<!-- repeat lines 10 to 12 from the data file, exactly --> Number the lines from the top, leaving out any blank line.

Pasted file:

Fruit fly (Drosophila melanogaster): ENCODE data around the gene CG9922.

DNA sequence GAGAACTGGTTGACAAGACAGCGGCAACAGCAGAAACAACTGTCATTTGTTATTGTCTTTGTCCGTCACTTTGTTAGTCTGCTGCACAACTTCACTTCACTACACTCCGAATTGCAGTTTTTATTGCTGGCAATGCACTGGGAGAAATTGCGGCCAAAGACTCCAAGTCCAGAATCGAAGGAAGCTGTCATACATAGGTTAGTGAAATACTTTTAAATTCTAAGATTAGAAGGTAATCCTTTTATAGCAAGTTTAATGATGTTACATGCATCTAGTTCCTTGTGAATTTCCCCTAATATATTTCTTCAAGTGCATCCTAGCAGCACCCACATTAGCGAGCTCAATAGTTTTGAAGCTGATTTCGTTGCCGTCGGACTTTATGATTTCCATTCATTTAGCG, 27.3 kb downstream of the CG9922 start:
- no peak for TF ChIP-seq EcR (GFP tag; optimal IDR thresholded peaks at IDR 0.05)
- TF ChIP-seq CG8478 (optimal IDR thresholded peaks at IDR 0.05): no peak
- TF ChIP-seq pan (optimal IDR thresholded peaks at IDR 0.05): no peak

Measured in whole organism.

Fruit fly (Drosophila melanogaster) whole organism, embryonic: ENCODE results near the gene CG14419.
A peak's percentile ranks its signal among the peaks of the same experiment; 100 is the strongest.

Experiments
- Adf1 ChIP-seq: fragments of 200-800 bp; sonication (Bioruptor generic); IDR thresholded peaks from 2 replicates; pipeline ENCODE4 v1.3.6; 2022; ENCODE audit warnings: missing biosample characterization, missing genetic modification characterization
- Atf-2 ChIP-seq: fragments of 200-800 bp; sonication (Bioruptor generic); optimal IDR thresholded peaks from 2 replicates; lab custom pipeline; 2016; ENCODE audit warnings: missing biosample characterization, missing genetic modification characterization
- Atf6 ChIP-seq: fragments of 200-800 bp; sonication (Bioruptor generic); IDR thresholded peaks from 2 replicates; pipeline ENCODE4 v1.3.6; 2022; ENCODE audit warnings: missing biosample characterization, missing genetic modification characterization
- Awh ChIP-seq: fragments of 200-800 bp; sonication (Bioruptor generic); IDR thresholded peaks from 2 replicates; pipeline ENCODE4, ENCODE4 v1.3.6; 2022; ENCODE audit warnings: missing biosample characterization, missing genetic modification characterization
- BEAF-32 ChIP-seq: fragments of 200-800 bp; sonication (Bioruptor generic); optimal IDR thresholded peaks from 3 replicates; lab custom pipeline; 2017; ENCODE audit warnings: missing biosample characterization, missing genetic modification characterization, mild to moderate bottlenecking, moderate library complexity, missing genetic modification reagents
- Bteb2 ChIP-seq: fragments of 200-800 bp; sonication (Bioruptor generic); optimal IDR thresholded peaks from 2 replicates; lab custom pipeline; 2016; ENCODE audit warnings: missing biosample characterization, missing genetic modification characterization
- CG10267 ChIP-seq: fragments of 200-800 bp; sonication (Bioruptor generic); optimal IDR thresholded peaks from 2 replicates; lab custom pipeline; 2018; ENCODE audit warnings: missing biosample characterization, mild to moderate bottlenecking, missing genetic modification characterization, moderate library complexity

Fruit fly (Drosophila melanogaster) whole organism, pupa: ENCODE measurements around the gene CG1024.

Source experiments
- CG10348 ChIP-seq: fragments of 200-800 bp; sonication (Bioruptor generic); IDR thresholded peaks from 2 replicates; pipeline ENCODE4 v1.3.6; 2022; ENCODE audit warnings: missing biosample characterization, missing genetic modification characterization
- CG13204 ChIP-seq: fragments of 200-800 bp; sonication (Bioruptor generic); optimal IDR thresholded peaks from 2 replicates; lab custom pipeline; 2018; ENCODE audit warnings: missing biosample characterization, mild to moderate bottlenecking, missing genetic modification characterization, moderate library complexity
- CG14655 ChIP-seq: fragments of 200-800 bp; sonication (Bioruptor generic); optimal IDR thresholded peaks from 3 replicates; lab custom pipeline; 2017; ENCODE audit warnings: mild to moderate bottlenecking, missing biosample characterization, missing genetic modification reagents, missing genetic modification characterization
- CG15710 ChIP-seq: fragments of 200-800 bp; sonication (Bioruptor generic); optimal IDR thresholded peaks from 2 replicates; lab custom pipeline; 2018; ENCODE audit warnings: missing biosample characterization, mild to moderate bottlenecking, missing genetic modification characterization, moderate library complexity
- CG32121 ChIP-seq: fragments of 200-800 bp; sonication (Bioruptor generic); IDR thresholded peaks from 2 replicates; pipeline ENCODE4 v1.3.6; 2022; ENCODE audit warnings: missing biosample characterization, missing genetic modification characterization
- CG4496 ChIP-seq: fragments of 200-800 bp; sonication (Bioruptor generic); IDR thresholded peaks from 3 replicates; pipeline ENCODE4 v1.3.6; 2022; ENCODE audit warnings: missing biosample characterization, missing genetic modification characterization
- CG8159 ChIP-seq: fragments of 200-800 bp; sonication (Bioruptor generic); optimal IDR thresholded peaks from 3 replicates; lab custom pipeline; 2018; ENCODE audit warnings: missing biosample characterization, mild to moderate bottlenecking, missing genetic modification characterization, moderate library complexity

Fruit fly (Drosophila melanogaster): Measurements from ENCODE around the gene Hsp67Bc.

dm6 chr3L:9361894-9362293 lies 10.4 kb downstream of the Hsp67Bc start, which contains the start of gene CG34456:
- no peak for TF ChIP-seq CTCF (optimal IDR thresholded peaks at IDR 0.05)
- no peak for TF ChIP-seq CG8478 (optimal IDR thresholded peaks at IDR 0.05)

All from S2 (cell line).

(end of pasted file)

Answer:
- Adf1 ChIP-seq: fragments of 200-800 bp; sonication (Bioruptor generic); IDR thresholded peaks from 2 replicates; pipeline ENCODE4 v1.3.6; 2022; ENCODE audit warnings: missing biosample characterization, missing genetic modification characterization
- Atf-2 ChIP-seq: fragments of 200-800 bp; sonication (Bioruptor generic); optimal IDR thresholded peaks from 2 replicates; lab custom pipeline; 2016; ENCODE audit warnings: missing biosample characterization, missing genetic modification characterization
- Atf6 ChIP-seq: fragments of 200-800 bp; sonication (Bioruptor generic); IDR thresholded peaks from 2 replicates; pipeline ENCODE4 v1.3.6; 2022; ENCODE audit warnings: missing biosample characterization, missing genetic modification characterization